Much is written about the fact that this is the age of the customer. The transparency and visibility of companies’ actions and customers’ experiences with those companies, made possible by social media, have raised the stakes on the need to keep customers happy and engaged. Many companies now live in fear of bad reviews and negative comments, which can admittedly have a huge impact. These companies, in turn, have taken steps to respond by more proactively managing a positive customer experience.
This is certainly good for the customer in many ways—it gives them power and a voice. But a recent experience got me thinking about how sustainable this is as a driver of change, and what role fear versus authenticity plays in customer experience transformation.
Not long ago, during dinner at a very nice, high-end restaurant I unknowingly cut my lip on a water glass with an almost invisible crack. It was not a large cut and the bleeding stopped fairly quickly, but the restaurant owner was satisfyingly horrified, the manager suitably attentive. Ultimately between that and the items that were removed from the bill, along with a very generous gift card, I was more than satisfied that they took great care of me and there is no doubt I will go back.
But when I started sharing the story with different friends, everyone said to me: “Well of course they did those things—they were terrified you would go onto Yelp and tell people what happened.” I thought about it, and I still felt that while they certainly would not want a bad review out on there, they were not taking these steps simply out of fear. The people at the restaurant made me feel they genuinely cared about what happened to me, and wanted to make it right because that was the right thing to do. And they not only wanted to make up for it, but also to find a way to keep me as an engaged customer for the long term. I felt that this was about me, not about them—and that to me is what it means to be valued as a customer.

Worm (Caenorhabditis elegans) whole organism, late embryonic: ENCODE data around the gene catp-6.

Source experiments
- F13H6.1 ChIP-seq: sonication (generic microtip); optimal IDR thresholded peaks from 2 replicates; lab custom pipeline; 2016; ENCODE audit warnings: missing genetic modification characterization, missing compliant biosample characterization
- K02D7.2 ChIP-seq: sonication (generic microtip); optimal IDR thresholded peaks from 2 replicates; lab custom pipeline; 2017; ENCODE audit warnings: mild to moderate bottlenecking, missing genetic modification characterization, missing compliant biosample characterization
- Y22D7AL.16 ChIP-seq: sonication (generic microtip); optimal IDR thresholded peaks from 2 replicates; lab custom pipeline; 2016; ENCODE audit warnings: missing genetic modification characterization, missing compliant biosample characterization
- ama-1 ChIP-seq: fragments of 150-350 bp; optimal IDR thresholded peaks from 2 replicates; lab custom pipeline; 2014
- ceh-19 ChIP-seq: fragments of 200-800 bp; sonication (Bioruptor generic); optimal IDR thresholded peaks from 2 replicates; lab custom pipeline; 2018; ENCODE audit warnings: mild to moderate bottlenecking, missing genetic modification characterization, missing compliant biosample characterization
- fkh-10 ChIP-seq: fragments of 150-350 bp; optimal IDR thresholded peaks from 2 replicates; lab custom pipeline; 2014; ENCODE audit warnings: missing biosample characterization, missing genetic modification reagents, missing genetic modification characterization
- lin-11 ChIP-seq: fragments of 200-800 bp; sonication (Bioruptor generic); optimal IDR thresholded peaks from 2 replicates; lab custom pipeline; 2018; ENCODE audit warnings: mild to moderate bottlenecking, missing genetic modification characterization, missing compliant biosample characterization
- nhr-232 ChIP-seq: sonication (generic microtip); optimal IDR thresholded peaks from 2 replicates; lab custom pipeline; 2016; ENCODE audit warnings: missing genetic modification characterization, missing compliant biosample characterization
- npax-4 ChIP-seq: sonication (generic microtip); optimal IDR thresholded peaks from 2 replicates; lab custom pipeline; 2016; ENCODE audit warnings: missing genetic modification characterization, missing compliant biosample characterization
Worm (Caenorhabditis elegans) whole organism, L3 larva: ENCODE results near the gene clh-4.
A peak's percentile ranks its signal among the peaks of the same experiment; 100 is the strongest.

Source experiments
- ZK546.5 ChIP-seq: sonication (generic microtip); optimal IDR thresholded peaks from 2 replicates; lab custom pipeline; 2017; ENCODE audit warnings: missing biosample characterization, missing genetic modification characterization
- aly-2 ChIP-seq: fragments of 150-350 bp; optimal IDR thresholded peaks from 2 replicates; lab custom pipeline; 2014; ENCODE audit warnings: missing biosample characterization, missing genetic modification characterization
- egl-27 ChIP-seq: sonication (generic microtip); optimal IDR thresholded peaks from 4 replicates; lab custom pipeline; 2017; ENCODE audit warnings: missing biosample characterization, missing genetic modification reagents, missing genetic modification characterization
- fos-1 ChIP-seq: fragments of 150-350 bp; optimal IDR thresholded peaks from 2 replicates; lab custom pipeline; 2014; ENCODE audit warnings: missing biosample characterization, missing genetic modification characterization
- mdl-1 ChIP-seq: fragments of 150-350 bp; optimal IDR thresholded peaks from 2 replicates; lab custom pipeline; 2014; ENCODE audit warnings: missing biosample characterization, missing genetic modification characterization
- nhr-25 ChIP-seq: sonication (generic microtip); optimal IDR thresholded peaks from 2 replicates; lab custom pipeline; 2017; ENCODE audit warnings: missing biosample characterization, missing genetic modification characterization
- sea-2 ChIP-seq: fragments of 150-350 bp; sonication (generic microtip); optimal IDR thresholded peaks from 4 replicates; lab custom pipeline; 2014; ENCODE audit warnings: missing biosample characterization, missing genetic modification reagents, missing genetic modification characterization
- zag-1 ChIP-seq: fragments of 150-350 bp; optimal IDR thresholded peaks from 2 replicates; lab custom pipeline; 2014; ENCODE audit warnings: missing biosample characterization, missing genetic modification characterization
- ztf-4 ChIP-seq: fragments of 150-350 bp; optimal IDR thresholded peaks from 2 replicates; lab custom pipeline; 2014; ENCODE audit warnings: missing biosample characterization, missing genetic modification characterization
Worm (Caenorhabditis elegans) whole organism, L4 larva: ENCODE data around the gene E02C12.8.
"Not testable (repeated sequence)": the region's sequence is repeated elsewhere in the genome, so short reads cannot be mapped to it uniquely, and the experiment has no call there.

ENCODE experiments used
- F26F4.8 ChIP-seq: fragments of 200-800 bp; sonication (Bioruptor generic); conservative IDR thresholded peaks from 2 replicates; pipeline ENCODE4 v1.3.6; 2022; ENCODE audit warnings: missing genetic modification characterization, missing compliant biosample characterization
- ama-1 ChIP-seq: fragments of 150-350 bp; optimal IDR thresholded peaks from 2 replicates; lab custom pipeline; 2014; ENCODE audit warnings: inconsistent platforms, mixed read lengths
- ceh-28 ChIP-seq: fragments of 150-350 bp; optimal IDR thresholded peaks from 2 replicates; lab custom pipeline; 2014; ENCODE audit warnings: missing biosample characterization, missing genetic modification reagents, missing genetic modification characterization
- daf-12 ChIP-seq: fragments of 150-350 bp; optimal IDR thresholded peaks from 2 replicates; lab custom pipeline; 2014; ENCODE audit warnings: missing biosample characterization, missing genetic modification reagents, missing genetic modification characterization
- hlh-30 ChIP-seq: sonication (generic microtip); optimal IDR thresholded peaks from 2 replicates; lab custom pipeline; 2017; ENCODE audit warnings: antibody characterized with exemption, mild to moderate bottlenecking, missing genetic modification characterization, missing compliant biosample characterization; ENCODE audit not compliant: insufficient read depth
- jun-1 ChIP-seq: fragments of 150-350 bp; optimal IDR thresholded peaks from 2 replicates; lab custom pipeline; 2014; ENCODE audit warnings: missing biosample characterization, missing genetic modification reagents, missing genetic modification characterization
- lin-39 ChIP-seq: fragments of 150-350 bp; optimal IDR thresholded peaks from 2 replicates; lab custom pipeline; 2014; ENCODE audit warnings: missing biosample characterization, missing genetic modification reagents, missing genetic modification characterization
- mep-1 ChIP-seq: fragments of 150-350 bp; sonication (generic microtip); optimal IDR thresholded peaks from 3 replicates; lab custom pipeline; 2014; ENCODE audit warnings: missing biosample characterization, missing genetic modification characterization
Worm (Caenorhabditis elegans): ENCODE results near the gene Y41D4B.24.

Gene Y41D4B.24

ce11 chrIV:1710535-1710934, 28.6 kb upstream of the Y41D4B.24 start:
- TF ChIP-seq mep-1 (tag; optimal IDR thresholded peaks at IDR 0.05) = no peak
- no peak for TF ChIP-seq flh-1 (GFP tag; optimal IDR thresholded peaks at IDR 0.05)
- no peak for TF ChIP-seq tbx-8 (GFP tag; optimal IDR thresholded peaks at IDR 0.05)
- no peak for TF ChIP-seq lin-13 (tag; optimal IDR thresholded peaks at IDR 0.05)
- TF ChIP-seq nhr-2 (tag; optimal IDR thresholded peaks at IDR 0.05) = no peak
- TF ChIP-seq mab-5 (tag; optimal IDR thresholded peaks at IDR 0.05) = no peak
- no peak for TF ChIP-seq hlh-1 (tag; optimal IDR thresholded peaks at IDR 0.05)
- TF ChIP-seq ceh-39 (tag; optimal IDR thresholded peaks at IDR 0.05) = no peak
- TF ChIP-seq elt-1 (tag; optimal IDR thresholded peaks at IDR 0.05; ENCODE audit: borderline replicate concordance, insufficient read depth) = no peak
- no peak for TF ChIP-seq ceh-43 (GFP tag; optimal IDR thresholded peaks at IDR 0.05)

So what does this have to do with transforming customer experience in this transparent age? It struck me that the extreme focus on chasing after comments and complaints, and having employees shut these things down as they come up to avoid or mitigate public reprisal is not necessarily a sustainable way to improve the overall customer experience. It addresses the symptoms, but not the cause. And it shortchanges customers’ ability to know when the care and feeding they receive is authentic and motivated by their best interests as opposed to the company’s self-preservation. In the short term it may be hard to tell the difference and many companies can coast for quite a while. But transforming the customer experience requires alignment and a new way of thinking embedded across the enterprise—and the company has to mean it for it to translate into happy, loyal customers. Those companies are the ones that will win in the long run, while others are abandoned for the next new thing.
Consider this. United Airlines certainly needed to give that musician a new guitar (for those of you who may not have heard the story of how “United Broke my Guitar”, here is a synopsis), and they paid dearly for not jumping on the situation much sooner, in the right way and with more enthusiasm. The incident generated much negative publicity for United, and even more publicity for the need for companies to follow customer complaints on social media. United may have even learned a lesson about getting on to social channels, but the real problem was deep in their culture of not caring about their customers. It will take more than tweeting to overcome the skepticism and mistrust they have accumulated over time.
So as you think about your approach to improving, evolving and reshaping your customers’ experience, remember if it is not real, it won’t stick.